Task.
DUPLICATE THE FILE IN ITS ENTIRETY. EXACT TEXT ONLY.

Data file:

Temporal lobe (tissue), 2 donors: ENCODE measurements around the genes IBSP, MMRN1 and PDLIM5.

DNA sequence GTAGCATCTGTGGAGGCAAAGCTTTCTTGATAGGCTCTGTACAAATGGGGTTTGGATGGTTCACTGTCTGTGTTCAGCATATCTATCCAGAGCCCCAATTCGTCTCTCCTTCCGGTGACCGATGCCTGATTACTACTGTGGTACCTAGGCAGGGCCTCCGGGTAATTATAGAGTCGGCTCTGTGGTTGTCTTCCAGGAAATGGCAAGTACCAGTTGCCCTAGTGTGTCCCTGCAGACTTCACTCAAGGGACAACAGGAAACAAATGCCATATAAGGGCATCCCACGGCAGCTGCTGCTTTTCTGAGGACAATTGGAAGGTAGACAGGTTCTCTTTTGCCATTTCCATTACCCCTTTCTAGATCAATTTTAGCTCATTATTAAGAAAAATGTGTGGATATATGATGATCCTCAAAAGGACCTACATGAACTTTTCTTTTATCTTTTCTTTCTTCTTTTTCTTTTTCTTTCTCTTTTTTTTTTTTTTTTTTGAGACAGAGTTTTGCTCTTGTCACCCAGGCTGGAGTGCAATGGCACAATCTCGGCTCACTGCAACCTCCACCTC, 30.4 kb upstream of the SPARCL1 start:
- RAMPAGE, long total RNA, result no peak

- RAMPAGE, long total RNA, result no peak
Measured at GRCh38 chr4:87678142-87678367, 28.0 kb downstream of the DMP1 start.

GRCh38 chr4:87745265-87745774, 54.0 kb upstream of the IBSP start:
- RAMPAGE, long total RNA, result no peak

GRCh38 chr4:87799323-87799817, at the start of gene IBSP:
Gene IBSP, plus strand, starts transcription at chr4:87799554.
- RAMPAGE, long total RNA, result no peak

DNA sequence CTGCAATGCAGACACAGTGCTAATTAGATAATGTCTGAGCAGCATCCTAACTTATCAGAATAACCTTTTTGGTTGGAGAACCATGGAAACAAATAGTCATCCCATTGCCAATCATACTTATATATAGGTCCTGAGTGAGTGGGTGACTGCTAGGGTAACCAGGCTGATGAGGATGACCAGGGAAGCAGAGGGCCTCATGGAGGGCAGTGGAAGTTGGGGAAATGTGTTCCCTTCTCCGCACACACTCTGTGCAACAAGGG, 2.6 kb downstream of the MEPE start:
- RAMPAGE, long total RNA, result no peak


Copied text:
Temporal lobe (tissue), 2 donors: ENCODE measurements around the genes IBSP, MMRN1 and PDLIM5.

DNA sequence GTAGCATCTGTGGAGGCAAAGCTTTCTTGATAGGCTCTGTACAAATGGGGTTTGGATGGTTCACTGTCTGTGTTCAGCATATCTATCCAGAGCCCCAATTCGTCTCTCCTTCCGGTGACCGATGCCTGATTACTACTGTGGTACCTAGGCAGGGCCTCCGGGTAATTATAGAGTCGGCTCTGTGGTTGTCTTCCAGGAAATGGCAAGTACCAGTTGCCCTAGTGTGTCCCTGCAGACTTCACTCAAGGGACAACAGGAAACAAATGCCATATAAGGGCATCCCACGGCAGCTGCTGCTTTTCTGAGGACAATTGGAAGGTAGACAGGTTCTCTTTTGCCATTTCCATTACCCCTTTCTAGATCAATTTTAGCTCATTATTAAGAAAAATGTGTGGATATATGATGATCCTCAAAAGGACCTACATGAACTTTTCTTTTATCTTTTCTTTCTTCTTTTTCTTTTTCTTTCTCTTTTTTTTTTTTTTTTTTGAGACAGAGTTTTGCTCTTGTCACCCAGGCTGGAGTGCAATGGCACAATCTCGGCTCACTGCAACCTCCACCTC, 30.4 kb upstream of the SPARCL1 start:
- RAMPAGE, long total RNA, result no peak

- RAMPAGE, long total RNA, result no peak
Measured at GRCh38 chr4:87678142-87678367, 28.0 kb downstream of the DMP1 start.

GRCh38 chr4:87745265-87745774, 54.0 kb upstream of the IBSP start:
- RAMPAGE, long total RNA, result no peak

GRCh38 chr4:87799323-87799817, at the start of gene IBSP:
Gene IBSP, plus strand, starts transcription at chr4:87799554.
- RAMPAGE, long total RNA, result no peak

DNA sequence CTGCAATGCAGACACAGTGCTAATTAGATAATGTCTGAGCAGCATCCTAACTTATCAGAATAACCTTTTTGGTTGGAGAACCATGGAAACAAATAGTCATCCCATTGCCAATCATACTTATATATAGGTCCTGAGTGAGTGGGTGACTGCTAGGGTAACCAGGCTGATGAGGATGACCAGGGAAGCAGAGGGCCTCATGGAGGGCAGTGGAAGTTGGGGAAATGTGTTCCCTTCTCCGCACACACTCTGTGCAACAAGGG, 2.6 kb downstream of the MEPE start:
- RAMPAGE, long total RNA, result no peak